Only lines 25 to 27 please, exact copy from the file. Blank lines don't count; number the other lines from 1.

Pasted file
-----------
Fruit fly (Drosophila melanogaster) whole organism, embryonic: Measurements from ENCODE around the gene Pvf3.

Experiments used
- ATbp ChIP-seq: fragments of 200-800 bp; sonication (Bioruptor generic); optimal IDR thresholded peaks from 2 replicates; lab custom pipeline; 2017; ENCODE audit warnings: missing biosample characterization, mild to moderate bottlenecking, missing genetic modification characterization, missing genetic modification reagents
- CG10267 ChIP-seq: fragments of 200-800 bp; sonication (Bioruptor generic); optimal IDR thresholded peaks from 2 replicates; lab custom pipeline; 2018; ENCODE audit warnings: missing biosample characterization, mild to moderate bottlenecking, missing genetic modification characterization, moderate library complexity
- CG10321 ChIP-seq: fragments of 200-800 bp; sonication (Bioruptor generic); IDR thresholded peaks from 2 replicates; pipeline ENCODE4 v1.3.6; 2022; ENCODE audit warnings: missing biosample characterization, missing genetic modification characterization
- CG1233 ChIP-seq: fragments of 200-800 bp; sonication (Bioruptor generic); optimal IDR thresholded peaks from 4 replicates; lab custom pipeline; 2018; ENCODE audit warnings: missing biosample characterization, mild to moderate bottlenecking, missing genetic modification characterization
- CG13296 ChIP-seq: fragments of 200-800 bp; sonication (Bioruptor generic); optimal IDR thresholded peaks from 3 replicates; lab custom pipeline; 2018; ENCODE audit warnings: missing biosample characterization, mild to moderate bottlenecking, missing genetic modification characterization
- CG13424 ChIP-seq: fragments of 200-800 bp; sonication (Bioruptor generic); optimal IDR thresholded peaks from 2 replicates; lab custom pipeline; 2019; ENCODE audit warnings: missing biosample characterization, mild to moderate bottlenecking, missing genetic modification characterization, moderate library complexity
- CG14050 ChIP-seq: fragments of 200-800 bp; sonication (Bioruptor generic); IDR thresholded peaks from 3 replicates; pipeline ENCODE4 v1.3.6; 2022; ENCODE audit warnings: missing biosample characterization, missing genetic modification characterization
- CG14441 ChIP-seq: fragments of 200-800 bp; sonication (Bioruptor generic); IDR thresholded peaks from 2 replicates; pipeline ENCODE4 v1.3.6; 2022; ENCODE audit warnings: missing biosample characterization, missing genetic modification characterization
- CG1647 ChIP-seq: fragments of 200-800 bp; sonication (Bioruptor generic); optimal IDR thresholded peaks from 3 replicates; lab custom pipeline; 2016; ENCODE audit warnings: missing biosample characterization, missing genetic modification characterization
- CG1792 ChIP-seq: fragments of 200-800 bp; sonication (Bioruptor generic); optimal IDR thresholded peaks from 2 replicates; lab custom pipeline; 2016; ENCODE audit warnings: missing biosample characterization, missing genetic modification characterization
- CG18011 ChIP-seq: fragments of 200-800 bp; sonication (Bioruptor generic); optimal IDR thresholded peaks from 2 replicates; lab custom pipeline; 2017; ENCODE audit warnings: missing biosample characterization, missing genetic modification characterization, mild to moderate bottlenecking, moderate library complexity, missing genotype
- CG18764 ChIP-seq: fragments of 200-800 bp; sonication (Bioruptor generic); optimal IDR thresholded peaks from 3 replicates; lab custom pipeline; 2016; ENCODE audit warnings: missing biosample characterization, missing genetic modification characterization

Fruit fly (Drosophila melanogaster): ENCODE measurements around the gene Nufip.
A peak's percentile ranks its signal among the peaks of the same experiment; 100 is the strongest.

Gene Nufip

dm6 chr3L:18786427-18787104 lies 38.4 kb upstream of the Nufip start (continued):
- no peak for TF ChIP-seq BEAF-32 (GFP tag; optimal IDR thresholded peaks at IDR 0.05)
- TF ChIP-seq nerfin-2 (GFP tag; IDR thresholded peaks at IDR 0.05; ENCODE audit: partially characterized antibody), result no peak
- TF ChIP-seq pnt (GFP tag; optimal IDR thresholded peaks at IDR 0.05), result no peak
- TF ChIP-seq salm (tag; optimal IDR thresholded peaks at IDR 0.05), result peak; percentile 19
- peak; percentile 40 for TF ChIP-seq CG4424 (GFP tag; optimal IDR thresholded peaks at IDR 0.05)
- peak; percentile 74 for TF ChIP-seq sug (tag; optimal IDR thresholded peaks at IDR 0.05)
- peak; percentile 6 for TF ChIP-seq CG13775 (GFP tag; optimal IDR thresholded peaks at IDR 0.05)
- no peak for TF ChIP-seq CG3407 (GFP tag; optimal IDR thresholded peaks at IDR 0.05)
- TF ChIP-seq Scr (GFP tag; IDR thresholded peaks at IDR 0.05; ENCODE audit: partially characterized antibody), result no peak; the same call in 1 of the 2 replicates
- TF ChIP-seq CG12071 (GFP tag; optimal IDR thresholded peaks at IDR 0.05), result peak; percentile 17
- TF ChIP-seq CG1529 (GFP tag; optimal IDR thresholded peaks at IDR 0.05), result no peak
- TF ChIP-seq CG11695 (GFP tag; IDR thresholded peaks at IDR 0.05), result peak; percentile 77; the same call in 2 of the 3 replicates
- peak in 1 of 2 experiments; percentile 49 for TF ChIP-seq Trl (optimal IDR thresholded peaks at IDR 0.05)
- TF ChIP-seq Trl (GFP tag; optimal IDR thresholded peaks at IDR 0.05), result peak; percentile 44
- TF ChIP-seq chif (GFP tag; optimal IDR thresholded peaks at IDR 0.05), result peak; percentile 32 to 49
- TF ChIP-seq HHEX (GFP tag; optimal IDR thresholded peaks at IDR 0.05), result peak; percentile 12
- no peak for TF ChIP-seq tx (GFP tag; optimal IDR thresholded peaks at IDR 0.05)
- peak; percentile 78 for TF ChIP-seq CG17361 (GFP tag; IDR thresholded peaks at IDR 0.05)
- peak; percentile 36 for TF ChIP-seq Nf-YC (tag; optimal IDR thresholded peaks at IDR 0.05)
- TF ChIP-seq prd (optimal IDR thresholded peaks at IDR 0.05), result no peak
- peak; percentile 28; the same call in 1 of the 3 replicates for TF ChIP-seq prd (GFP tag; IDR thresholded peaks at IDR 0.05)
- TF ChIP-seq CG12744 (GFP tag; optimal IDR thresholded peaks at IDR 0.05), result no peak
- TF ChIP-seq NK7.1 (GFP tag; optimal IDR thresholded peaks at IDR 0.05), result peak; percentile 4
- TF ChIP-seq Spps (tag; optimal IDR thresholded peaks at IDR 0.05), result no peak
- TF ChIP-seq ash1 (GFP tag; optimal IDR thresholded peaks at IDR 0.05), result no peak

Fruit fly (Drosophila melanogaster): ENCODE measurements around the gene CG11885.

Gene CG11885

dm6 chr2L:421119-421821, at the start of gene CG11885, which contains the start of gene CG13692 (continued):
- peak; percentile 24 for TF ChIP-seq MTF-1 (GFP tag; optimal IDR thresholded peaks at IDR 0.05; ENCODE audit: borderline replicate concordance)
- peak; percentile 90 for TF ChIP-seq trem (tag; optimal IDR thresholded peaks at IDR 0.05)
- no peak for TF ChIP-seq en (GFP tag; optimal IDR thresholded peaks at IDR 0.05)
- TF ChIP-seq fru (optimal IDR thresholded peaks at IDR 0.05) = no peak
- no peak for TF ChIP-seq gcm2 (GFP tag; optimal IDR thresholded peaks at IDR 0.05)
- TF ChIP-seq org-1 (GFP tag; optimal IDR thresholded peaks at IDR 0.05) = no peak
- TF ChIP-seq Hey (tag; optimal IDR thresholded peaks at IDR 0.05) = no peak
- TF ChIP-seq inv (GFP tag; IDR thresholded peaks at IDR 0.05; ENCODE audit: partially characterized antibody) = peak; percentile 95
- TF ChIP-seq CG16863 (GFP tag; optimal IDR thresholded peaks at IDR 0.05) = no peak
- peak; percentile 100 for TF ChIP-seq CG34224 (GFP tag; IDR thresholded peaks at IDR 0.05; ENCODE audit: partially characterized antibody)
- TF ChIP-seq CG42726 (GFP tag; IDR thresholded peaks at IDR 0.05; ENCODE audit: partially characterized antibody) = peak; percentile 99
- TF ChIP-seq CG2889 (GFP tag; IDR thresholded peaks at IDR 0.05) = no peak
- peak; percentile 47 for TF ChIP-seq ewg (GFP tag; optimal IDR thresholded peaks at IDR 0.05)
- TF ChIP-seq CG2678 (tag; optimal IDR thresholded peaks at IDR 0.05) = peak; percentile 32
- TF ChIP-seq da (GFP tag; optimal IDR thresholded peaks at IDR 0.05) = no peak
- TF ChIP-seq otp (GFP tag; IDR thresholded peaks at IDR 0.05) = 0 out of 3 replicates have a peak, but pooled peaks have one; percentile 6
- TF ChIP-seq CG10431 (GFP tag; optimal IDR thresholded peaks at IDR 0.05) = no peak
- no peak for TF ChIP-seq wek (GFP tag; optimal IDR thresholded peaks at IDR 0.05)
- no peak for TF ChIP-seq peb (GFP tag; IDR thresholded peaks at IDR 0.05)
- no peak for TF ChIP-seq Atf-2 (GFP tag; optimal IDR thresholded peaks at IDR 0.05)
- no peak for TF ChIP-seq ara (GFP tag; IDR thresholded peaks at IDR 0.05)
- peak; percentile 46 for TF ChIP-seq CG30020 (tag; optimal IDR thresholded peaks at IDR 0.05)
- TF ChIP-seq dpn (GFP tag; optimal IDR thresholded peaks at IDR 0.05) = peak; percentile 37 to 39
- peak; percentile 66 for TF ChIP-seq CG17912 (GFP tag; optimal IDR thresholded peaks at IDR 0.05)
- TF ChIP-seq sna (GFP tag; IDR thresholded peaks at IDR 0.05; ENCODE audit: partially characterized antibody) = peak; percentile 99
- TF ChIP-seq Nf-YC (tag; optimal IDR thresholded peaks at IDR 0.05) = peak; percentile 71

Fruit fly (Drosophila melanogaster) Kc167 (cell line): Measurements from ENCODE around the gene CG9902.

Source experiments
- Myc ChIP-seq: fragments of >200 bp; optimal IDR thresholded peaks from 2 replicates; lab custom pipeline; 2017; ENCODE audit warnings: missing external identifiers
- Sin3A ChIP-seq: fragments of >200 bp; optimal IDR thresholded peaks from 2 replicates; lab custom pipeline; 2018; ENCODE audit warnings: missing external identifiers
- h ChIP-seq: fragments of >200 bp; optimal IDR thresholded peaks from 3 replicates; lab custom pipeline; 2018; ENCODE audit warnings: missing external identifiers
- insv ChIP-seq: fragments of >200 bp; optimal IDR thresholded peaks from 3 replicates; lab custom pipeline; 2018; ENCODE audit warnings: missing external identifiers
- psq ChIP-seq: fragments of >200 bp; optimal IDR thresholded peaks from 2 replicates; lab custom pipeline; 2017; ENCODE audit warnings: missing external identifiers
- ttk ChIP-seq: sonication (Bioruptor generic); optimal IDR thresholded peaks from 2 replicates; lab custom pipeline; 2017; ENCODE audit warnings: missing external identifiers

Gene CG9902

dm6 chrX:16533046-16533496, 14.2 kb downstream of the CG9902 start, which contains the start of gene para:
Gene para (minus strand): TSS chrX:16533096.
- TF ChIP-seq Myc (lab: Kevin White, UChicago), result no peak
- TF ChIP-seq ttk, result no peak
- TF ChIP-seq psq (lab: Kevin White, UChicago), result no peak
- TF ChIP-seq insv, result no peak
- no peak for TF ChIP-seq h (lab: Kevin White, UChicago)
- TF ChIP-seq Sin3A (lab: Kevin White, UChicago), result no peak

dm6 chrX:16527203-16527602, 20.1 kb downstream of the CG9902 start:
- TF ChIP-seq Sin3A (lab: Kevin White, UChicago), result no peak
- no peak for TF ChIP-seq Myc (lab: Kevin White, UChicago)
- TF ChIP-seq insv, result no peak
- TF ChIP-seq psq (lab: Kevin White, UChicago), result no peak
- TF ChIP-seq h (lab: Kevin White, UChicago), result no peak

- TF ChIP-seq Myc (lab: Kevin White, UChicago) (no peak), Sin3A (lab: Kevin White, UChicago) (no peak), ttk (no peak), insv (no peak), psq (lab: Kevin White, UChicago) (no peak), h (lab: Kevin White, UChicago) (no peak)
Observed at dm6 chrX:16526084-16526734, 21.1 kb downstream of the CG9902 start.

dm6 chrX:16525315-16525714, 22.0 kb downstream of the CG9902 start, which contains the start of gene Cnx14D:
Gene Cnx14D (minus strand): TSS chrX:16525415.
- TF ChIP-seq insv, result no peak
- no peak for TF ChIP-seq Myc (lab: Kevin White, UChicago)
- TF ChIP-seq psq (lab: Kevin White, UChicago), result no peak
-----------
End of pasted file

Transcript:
- peak; percentile 6 for TF ChIP-seq CG13775 (GFP tag; optimal IDR thresholded peaks at IDR 0.05)
- no peak for TF ChIP-seq CG3407 (GFP tag; optimal IDR thresholded peaks at IDR 0.05)
- TF ChIP-seq Scr (GFP tag; IDR thresholded peaks at IDR 0.05; ENCODE audit: partially characterized antibody), result no peak; the same call in 1 of the 2 replicates